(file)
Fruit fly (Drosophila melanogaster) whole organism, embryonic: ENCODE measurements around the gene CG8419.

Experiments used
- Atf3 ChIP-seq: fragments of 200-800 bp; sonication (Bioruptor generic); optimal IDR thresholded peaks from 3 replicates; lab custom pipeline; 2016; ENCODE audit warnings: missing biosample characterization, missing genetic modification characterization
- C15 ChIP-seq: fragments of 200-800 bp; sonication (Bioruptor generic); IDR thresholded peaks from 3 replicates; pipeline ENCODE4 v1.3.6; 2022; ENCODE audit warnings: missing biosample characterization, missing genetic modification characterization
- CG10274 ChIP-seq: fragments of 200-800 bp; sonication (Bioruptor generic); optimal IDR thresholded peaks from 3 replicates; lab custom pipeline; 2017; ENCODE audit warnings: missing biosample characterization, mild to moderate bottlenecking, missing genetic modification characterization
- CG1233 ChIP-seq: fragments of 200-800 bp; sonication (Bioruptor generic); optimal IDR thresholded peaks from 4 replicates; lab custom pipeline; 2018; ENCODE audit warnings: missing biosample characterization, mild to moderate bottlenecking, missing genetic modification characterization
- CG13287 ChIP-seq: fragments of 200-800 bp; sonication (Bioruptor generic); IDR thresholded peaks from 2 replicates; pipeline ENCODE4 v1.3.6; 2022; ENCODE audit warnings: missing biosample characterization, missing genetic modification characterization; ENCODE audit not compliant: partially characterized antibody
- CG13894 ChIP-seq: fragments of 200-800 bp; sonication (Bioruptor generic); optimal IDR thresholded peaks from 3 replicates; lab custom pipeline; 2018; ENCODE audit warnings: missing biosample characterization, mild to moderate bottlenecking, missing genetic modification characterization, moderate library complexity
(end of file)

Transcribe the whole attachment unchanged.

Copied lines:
Fruit fly (Drosophila melanogaster) whole organism, embryonic: ENCODE measurements around the gene CG8419.

Experiments used
- Atf3 ChIP-seq: fragments of 200-800 bp; sonication (Bioruptor generic); optimal IDR thresholded peaks from 3 replicates; lab custom pipeline; 2016; ENCODE audit warnings: missing biosample characterization, missing genetic modification characterization
- C15 ChIP-seq: fragments of 200-800 bp; sonication (Bioruptor generic); IDR thresholded peaks from 3 replicates; pipeline ENCODE4 v1.3.6; 2022; ENCODE audit warnings: missing biosample characterization, missing genetic modification characterization
- CG10274 ChIP-seq: fragments of 200-800 bp; sonication (Bioruptor generic); optimal IDR thresholded peaks from 3 replicates; lab custom pipeline; 2017; ENCODE audit warnings: missing biosample characterization, mild to moderate bottlenecking, missing genetic modification characterization
- CG1233 ChIP-seq: fragments of 200-800 bp; sonication (Bioruptor generic); optimal IDR thresholded peaks from 4 replicates; lab custom pipeline; 2018; ENCODE audit warnings: missing biosample characterization, mild to moderate bottlenecking, missing genetic modification characterization
- CG13287 ChIP-seq: fragments of 200-800 bp; sonication (Bioruptor generic); IDR thresholded peaks from 2 replicates; pipeline ENCODE4 v1.3.6; 2022; ENCODE audit warnings: missing biosample characterization, missing genetic modification characterization; ENCODE audit not compliant: partially characterized antibody
- CG13894 ChIP-seq: fragments of 200-800 bp; sonication (Bioruptor generic); optimal IDR thresholded peaks from 3 replicates; lab custom pipeline; 2018; ENCODE audit warnings: missing biosample characterization, mild to moderate bottlenecking, missing genetic modification characterization, moderate library complexity